Sunday 5 April, 2020

Novel coronavirus hits the Barbados entertainment industry

Entertainer Lil Rick (FILE)

Entertainer Lil Rick (FILE)

The rapid spread of coronavirus disease 2019 is making headlines across the globe and leading to numerous postponements, cancellations and bans.

Cases of the novel virus are being discovered in new countries almost daily.  On Wednesday (March 11), the World Health Organization (WHO) declared it a global pandemic, with approximately 118,000 cases in 114 countries and near 4,300 deaths.  

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The virus has found a foothold on almost every continent and Caribbean territories have not been spared. This week a number of cases were confirmed throughout the region in Jamaica, St Vincent, Cuba, Antigua and Barbuda, Guadeloupe, St Martin, Martinique, St Lucia, Trinidad and even Guyana.

With the travel industry being heavily affected by the spread of COVID-19, this has also had serious implications for the entertainment industry in Barbados.

As the launch of the country’s largest summer festival looms ahead in May/June, the question hangs in the balance as to whether Crop Over 2020 will proceed without a hiccup or be postponed or cancelled, especially in light of similar event postponements and cancellations across the region.

Loop reached out to the CEO of Pyramid Entertainment, Ruel Ward, to gain some insight into how the outbreak is affecting artistes’ bookings and general concerns within the entertainment sector. Some of the talent signed to Pyramid include Barbados' Lil Rick and Peter Ram, Vincy's Skinny Fabulous, Guyana's Timeka Marshall and Bahamian Tara Lynne.

The company, which manages local, regional and international artistes, has already begun to experience adverse effects. “Two shows slated for this weekend in Orlando and New York have been postponed citing health concerns. We anticipate more cancellations will follow,” he stated.

“Whilst we all agree that safety must come first, this will have a significant impact on the entertainment industry, and the earning potential of the artistes, as most don't have supplemental income. It can likely be a financial disaster for entertainers as work lessens. Promoters will not be spared either, as they will now find themselves ‘out of pocket’ in instances where infrastructure and obligations would have already been met and they have no alternative but to postpone their events,” Ward explained.

Even with years of experience within the entertainment industry, the artiste manager described the current health phenomenon as “new and uncharted territory”, with the final impact of COVID-19 on the global music industry yet to be seen.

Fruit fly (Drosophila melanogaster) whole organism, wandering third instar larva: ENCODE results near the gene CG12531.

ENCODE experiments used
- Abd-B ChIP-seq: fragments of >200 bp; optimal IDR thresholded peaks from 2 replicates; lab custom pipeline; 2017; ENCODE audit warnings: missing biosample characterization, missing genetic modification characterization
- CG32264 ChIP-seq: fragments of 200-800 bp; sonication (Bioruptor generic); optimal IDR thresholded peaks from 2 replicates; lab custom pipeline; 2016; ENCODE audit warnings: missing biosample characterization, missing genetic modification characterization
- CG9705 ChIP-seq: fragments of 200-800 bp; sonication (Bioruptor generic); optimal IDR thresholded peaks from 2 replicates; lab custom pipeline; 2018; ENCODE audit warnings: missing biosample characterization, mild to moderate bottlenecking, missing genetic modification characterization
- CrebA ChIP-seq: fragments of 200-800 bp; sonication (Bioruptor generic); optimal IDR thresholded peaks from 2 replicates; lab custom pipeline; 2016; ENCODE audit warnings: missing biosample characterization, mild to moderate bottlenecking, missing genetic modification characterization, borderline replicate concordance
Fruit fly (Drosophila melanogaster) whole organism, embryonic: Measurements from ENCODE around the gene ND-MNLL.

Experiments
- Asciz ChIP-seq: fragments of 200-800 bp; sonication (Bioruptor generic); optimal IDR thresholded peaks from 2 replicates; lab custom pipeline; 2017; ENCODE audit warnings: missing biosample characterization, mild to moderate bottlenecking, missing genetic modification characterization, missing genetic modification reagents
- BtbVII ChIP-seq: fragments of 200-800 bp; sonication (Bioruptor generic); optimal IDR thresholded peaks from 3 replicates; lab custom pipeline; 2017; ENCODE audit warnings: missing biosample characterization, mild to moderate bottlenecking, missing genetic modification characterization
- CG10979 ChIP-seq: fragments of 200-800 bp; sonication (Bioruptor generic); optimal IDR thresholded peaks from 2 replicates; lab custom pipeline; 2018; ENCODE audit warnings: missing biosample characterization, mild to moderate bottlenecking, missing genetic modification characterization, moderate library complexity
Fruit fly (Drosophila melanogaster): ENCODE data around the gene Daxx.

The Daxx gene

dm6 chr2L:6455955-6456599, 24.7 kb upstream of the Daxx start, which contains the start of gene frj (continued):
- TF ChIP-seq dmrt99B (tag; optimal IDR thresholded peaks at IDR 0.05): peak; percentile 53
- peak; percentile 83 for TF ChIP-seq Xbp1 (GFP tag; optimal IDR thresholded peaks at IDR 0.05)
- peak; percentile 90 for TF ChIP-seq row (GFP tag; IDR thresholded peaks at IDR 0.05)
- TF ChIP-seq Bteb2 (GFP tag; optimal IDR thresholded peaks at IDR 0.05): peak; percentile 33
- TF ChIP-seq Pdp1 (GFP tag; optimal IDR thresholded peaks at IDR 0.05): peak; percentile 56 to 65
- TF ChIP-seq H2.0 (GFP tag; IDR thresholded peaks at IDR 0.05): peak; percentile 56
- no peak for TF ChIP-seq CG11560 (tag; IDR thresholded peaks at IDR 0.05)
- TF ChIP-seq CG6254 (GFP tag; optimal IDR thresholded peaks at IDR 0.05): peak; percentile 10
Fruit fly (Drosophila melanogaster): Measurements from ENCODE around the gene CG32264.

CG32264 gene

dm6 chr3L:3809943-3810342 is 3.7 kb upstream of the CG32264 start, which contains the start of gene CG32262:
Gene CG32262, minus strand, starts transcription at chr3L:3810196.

“It will become quite tricky as we try to grasp an insight into what happens next. The situation is a dynamic one, with a variety of measures being implemented in different territories. In my estimation the initial impact will be felt more acutely by the live sector as this will be driven by a combination of limitations on travel for touring acts.  

"Decisions will also have to be made as to whether shows will be allowed within particular territories with special consideration being given to the anxiety of the fans, as to whether they should attend as there may be a risk of becoming infected.”

However, the entertainment executive remains hopeful about the Crop Over festival. “Luckily for us, we are not yet into our carnival season, so we have an opportunity to plan and put measures in place to protect the public and maximise safety.”

To date, the festival has recorded one event casualty as promoters of Gimme Soca, which was scheduled to take place on March 28, announced its postponement in light of the outbreak.

Jamaica recently announced the postponement of its annual carnival from April to October 2020, while Tobago Jazz has been cancelled and St. Maarten's Carnival has also been postponed due to COVID-19.  At the time of this publication, no official statement had been made by the National Cultural Foundation (NCF) with respect to the sweetest summer festival - Crop Over.

Barbados' Crop Over Festival runs from May/June and concludes in August with the big costumed parade and jump up on the first Monday in August annually.

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